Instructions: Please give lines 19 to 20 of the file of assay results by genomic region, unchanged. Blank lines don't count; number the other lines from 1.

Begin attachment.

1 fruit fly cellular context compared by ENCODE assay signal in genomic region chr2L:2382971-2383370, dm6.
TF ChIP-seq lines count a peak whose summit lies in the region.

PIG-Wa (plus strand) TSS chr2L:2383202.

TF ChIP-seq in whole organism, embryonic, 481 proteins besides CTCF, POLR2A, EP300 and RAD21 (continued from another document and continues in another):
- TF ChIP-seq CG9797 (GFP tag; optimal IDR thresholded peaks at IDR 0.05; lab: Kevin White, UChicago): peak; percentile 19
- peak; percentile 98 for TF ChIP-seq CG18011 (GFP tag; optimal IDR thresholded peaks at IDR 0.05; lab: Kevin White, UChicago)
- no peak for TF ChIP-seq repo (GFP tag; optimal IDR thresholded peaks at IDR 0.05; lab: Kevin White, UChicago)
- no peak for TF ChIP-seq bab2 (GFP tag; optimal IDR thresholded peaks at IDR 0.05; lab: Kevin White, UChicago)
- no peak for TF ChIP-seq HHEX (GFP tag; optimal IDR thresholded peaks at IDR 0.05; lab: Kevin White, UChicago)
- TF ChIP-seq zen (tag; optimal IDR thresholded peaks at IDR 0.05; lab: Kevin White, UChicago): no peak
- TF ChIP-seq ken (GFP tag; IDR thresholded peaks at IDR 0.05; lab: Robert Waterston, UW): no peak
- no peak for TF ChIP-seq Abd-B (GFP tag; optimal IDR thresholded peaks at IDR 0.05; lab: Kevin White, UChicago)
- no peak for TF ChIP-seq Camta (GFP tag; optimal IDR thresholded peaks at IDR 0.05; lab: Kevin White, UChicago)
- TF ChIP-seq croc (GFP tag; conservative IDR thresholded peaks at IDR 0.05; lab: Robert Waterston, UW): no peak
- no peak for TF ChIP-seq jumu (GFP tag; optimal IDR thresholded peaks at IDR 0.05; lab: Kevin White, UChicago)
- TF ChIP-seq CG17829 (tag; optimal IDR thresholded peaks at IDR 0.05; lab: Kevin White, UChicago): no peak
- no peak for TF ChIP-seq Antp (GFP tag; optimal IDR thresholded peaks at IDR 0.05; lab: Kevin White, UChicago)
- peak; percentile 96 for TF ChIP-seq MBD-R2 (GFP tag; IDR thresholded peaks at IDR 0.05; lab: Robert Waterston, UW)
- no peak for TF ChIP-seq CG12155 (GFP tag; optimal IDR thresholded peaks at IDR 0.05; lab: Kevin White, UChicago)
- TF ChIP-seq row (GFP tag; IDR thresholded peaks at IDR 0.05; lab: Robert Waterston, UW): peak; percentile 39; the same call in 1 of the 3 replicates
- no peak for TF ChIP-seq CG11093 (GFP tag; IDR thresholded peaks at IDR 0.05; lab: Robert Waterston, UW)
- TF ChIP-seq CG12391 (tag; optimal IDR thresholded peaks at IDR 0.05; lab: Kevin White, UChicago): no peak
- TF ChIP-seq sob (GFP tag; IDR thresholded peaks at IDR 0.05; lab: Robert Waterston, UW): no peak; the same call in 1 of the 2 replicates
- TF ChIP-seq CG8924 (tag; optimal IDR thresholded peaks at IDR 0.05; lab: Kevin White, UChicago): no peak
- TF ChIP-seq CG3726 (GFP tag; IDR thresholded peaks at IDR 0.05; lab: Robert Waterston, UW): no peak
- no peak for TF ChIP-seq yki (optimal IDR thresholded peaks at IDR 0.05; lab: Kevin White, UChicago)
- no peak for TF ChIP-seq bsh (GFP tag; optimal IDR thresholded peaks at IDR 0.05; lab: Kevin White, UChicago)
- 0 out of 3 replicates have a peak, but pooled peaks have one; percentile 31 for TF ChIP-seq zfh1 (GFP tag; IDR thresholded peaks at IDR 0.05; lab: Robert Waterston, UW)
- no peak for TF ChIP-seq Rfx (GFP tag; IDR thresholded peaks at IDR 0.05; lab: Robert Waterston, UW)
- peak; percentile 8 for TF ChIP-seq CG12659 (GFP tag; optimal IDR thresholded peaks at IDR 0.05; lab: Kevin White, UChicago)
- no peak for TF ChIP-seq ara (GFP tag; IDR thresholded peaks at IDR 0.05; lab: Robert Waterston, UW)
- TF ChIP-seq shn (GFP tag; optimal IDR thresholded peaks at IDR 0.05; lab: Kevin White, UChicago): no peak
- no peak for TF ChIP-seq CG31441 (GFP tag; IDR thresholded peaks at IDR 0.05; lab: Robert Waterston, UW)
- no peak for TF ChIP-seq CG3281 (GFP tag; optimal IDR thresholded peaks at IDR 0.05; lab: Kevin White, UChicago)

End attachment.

- no peak for TF ChIP-seq CG12155 (GFP tag; optimal IDR thresholded peaks at IDR 0.05; lab: Kevin White, UChicago)
- TF ChIP-seq row (GFP tag; IDR thresholded peaks at IDR 0.05; lab: Robert Waterston, UW): peak; percentile 39; the same call in 1 of the 3 replicates